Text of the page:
A few winters ago, a midnight creeper broke into a barn in upstate New York and stole a 12-foot, plastic C1. Tracks in the snow indicated the direction the thief fled. It wasn’t too long before the boat’s owner, Adam Pearsall, found the boat, a Perception Slasher, discarded in a snowbank.
“They had tried to use it as a sled but decided to dump it instead,” Pearsall says. “It just goes to show, no one likes the Slasher.”
If Pearsall doesn’t seem too upset at almost losing a boat, it may be because he has a lot of them. How many? So many he doesn’t know.
“I have dozens of C1s,” says Pearsall. “It used to be I owned more than I had had birthdays, but now I’m 43, and I’m not sure that’s true anymore.”
Pearsall has amassed the largest collections of actual and, more importantly, virtual C1s on the planet. He’s not a hoarder, more of a historian. Pearsall hasn’t counted them because his passion is to preserve, not possess.
If the name Perception Slasher didn’t ring a bell, don’t feel bad. Decked canoes from 1991 don’t tend to be household names. But maybe you are curious. What does it look like? And why does no one like it?
There’s only one place to go for those answers. Pearsall’s website hosts a virtual museum with exhibits on hundreds of canoes—mostly decked, some open—and the much-loved C Forum discussion group canoeists have called their own since 2001.
Add it all up—his collection of boats, the sprawling virtual museum and the authoritative online forum—and Adam Pearsall has to be seen as the chine on which the C1 community pivots.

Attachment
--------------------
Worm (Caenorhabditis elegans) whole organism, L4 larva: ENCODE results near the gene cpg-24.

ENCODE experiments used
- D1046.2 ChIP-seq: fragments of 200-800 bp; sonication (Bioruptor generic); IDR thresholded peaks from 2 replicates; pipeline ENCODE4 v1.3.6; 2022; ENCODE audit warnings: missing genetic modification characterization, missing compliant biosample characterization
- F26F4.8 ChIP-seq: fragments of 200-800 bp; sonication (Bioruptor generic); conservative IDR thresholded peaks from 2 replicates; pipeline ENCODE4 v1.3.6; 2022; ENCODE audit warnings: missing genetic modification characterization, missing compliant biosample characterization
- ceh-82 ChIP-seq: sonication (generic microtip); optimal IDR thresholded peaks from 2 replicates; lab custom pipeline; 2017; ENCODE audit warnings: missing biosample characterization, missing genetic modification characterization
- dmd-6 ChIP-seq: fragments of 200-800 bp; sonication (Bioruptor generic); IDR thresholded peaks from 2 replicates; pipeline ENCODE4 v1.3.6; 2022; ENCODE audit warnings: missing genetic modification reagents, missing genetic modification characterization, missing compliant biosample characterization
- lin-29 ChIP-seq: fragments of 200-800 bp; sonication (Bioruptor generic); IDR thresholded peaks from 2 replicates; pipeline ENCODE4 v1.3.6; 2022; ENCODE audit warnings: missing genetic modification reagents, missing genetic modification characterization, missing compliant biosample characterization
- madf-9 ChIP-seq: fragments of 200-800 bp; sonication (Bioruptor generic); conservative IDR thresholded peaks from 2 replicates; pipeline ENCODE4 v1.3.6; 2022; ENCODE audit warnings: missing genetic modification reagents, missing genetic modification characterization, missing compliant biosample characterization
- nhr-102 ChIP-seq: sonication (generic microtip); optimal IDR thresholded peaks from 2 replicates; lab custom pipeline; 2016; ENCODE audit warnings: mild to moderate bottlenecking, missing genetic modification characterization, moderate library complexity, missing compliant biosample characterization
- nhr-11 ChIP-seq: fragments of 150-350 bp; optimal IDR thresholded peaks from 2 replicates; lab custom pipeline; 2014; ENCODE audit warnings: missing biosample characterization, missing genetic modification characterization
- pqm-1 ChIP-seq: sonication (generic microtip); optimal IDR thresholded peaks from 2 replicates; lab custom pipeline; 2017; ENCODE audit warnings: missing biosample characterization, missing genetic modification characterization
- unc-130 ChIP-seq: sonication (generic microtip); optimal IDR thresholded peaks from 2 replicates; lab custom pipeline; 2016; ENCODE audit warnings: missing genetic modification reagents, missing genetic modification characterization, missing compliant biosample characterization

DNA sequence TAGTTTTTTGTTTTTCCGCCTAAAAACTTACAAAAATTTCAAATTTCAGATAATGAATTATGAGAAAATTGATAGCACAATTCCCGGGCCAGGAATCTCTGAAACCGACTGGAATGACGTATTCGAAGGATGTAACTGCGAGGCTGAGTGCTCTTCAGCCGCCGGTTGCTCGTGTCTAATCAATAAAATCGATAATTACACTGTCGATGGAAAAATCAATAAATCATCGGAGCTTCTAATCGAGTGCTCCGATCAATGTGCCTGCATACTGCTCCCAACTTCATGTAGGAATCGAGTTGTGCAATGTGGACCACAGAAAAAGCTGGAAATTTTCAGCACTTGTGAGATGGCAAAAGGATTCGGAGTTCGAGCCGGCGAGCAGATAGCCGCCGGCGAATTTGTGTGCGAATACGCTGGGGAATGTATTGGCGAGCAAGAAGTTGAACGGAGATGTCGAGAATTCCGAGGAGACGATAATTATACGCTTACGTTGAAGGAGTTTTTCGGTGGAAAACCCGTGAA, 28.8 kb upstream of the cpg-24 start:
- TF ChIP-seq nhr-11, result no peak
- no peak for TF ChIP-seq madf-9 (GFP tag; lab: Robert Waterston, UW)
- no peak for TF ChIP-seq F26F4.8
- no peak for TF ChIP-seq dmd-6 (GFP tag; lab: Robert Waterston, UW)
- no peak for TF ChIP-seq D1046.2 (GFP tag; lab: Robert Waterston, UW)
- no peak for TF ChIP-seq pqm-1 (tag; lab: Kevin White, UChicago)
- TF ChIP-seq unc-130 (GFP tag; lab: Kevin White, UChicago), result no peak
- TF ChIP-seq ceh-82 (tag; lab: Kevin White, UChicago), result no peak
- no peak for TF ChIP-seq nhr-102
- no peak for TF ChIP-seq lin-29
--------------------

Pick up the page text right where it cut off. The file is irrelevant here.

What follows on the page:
The Slasher counts among the 124 C1 designs that have their own entries on the Cboats website. Look under S for Slasher and you’ll see photos, specs and production information. Also, pointed user comments reporting this plastic boat “feels heavy to slalom lovers and edgy to rec boat users.” Not quite the boat that does everything well.
Still, the Slasher remains an important part of Pearsall’s collection. It takes its place under the covered racks on the side of his house, where he moved the boats when the barn proved unsecure, with all the other models, many of which may never touch a river again. For Pearsall, they represent the collected wisdom of the sport he loves.
That love started at age three, when his father started taking Pearsall down the Perry Ehlers rapid on the Hudson River near their house in upstate New York. Forty years later, Pearsall now paddles the same stretch with his 10- and seven-year-old children in the annual Hudson River Whitewater Derby. Somewhere in between, Pearsall found he was most comfortable in the cockpit of a C1.
While guiding rafts on New York’s middle Moose one summer in the mid-1990s, Pearsall traded in his kayak for a Dagger Cascade, a pioneering plastic C1 design. “I actually got two boats,” recalls Pearsall. “My friend sold me the Cascade, and made me take his Slasher. He hated that boat.”
Before this history is lost, could we try to save it?
In 1999, when he was fresh out of college, he bought one of the first Dagger Atoms, novel for being a purpose-built C1 from a major boat manufacturer. As might be expected, he dutifully sold his Cascade (and gave away the Slasher), but this was the year Scott Wilkinson organized a big C1 love-in in Washington, D.C. called the Concordia. It was an event that affected Pearsall and made him regret releasing his Cascade—and, yes, the Slasher.
The Concordia was well attended by luminaries of the discipline, including Davey Hearn, John Lugbill, Charlie Walbridge, Paul Mason and Mark Scriver. Seeing all these single-blade stalwarts, and such a variety of boats on display, Pearsall started thinking of posterity.